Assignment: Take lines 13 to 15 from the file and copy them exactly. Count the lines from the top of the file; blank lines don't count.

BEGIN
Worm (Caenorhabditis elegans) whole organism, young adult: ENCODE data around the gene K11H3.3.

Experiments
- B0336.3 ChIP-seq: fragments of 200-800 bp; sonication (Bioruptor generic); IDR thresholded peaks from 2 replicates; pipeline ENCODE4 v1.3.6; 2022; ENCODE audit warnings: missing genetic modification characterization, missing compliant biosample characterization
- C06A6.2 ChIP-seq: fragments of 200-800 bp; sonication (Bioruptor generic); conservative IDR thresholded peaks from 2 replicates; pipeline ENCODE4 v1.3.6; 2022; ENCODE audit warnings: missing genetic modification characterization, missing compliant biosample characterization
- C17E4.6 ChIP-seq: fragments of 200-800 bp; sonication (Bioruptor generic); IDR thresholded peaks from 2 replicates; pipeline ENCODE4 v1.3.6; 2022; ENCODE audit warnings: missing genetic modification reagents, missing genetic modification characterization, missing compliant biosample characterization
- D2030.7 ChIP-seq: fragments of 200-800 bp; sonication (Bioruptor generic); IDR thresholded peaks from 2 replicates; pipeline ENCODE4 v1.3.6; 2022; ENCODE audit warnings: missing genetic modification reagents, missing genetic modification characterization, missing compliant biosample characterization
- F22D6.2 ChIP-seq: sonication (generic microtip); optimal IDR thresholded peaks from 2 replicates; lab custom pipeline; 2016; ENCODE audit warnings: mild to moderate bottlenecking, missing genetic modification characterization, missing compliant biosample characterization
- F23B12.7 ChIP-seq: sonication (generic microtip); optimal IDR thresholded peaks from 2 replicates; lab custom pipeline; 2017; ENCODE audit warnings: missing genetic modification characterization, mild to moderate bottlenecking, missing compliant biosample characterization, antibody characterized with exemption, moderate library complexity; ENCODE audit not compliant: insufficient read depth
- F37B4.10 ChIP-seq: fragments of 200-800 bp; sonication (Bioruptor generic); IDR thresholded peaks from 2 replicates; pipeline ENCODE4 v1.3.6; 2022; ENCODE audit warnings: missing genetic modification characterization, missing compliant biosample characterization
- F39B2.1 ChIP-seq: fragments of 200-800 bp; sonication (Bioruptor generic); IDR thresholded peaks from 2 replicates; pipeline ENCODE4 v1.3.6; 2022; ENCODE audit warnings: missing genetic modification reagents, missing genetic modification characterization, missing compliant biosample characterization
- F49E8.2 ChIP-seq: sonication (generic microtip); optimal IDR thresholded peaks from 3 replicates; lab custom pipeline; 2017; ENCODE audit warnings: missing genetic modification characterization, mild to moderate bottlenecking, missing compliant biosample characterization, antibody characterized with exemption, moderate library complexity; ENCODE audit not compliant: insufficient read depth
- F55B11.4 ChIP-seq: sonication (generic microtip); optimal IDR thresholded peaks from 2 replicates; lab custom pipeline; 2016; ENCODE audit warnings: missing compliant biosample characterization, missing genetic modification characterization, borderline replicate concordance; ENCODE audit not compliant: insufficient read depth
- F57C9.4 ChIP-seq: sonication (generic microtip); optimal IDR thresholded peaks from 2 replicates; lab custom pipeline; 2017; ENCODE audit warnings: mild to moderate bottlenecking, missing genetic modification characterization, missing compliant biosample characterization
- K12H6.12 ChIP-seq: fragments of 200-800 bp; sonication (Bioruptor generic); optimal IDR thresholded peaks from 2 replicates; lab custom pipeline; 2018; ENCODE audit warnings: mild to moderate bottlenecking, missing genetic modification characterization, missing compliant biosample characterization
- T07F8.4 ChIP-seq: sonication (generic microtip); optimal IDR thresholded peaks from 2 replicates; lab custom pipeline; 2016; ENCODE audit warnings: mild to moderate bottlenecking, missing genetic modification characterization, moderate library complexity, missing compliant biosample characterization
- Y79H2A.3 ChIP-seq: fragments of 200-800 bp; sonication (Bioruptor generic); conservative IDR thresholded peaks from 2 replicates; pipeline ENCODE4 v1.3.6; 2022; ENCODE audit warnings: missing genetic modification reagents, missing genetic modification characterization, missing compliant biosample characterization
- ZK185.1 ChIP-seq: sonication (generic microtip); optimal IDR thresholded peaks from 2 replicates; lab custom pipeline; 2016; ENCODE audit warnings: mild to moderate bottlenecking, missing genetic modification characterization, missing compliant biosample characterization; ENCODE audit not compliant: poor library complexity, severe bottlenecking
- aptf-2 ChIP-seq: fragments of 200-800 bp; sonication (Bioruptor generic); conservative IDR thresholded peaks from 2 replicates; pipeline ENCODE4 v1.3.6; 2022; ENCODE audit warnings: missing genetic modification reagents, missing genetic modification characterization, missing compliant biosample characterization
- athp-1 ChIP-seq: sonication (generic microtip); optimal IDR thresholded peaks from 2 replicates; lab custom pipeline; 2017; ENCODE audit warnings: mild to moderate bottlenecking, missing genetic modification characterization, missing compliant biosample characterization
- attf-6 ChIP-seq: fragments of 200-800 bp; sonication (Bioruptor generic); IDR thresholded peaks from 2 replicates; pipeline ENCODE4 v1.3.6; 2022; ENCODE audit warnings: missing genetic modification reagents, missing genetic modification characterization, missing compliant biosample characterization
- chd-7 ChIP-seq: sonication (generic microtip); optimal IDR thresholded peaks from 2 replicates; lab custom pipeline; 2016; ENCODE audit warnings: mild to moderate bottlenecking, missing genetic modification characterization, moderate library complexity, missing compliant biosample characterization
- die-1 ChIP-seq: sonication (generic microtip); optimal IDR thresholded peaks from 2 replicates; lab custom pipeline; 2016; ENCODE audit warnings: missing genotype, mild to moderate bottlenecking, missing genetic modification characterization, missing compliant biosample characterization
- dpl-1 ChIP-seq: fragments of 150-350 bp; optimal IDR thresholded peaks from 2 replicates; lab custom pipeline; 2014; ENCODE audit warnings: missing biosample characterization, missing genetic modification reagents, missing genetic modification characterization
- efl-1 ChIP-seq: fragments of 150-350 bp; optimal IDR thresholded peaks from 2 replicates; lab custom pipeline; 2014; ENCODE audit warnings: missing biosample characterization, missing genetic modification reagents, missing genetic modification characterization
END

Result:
- F57C9.4 ChIP-seq: sonication (generic microtip); optimal IDR thresholded peaks from 2 replicates; lab custom pipeline; 2017; ENCODE audit warnings: mild to moderate bottlenecking, missing genetic modification characterization, missing compliant biosample characterization
- K12H6.12 ChIP-seq: fragments of 200-800 bp; sonication (Bioruptor generic); optimal IDR thresholded peaks from 2 replicates; lab custom pipeline; 2018; ENCODE audit warnings: mild to moderate bottlenecking, missing genetic modification characterization, missing compliant biosample characterization
- T07F8.4 ChIP-seq: sonication (generic microtip); optimal IDR thresholded peaks from 2 replicates; lab custom pipeline; 2016; ENCODE audit warnings: mild to moderate bottlenecking, missing genetic modification characterization, moderate library complexity, missing compliant biosample characterization